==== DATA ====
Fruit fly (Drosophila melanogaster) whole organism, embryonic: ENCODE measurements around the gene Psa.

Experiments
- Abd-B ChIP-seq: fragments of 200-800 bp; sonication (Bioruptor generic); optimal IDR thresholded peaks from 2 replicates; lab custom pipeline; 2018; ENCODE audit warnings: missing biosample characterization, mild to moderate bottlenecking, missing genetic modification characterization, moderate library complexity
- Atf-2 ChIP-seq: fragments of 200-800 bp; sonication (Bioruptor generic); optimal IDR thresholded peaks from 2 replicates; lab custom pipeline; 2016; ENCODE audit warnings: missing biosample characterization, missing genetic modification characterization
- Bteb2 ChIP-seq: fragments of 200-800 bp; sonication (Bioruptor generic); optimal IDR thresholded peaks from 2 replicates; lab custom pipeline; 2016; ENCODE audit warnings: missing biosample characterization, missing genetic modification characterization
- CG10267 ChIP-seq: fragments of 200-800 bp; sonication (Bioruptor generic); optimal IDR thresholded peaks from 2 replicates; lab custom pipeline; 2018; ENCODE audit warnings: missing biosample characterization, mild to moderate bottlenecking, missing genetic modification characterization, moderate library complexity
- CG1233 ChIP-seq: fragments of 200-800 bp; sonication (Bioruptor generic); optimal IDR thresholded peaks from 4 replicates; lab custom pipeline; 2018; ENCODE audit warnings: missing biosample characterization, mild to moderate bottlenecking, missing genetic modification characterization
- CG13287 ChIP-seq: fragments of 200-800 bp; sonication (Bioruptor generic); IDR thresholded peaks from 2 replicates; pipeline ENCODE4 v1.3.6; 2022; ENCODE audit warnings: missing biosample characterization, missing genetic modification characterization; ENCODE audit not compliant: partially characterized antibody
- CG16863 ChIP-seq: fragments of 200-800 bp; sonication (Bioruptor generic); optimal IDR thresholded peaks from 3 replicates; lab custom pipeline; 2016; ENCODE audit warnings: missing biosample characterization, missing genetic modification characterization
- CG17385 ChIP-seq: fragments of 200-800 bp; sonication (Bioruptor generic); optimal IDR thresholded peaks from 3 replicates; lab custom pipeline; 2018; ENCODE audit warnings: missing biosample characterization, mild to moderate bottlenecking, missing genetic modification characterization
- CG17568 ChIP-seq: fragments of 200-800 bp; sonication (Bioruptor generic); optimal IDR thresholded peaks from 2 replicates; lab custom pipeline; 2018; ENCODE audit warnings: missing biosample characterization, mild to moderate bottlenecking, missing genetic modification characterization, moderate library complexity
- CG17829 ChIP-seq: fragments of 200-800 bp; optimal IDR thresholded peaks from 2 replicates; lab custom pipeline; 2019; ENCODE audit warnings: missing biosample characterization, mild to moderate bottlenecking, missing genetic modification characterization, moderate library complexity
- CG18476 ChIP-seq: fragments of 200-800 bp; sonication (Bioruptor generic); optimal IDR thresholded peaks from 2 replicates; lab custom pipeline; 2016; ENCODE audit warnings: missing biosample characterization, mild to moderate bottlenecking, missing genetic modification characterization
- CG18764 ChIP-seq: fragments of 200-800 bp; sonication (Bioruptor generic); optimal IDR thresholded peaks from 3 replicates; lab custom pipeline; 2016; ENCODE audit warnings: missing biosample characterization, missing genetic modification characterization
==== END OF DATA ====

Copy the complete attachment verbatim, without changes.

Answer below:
Fruit fly (Drosophila melanogaster) whole organism, embryonic: ENCODE measurements around the gene Psa.

Experiments
- Abd-B ChIP-seq: fragments of 200-800 bp; sonication (Bioruptor generic); optimal IDR thresholded peaks from 2 replicates; lab custom pipeline; 2018; ENCODE audit warnings: missing biosample characterization, mild to moderate bottlenecking, missing genetic modification characterization, moderate library complexity
- Atf-2 ChIP-seq: fragments of 200-800 bp; sonication (Bioruptor generic); optimal IDR thresholded peaks from 2 replicates; lab custom pipeline; 2016; ENCODE audit warnings: missing biosample characterization, missing genetic modification characterization
- Bteb2 ChIP-seq: fragments of 200-800 bp; sonication (Bioruptor generic); optimal IDR thresholded peaks from 2 replicates; lab custom pipeline; 2016; ENCODE audit warnings: missing biosample characterization, missing genetic modification characterization
- CG10267 ChIP-seq: fragments of 200-800 bp; sonication (Bioruptor generic); optimal IDR thresholded peaks from 2 replicates; lab custom pipeline; 2018; ENCODE audit warnings: missing biosample characterization, mild to moderate bottlenecking, missing genetic modification characterization, moderate library complexity
- CG1233 ChIP-seq: fragments of 200-800 bp; sonication (Bioruptor generic); optimal IDR thresholded peaks from 4 replicates; lab custom pipeline; 2018; ENCODE audit warnings: missing biosample characterization, mild to moderate bottlenecking, missing genetic modification characterization
- CG13287 ChIP-seq: fragments of 200-800 bp; sonication (Bioruptor generic); IDR thresholded peaks from 2 replicates; pipeline ENCODE4 v1.3.6; 2022; ENCODE audit warnings: missing biosample characterization, missing genetic modification characterization; ENCODE audit not compliant: partially characterized antibody
- CG16863 ChIP-seq: fragments of 200-800 bp; sonication (Bioruptor generic); optimal IDR thresholded peaks from 3 replicates; lab custom pipeline; 2016; ENCODE audit warnings: missing biosample characterization, missing genetic modification characterization
- CG17385 ChIP-seq: fragments of 200-800 bp; sonication (Bioruptor generic); optimal IDR thresholded peaks from 3 replicates; lab custom pipeline; 2018; ENCODE audit warnings: missing biosample characterization, mild to moderate bottlenecking, missing genetic modification characterization
- CG17568 ChIP-seq: fragments of 200-800 bp; sonication (Bioruptor generic); optimal IDR thresholded peaks from 2 replicates; lab custom pipeline; 2018; ENCODE audit warnings: missing biosample characterization, mild to moderate bottlenecking, missing genetic modification characterization, moderate library complexity
- CG17829 ChIP-seq: fragments of 200-800 bp; optimal IDR thresholded peaks from 2 replicates; lab custom pipeline; 2019; ENCODE audit warnings: missing biosample characterization, mild to moderate bottlenecking, missing genetic modification characterization, moderate library complexity
- CG18476 ChIP-seq: fragments of 200-800 bp; sonication (Bioruptor generic); optimal IDR thresholded peaks from 2 replicates; lab custom pipeline; 2016; ENCODE audit warnings: missing biosample characterization, mild to moderate bottlenecking, missing genetic modification characterization
- CG18764 ChIP-seq: fragments of 200-800 bp; sonication (Bioruptor generic); optimal IDR thresholded peaks from 3 replicates; lab custom pipeline; 2016; ENCODE audit warnings: missing biosample characterization, missing genetic modification characterization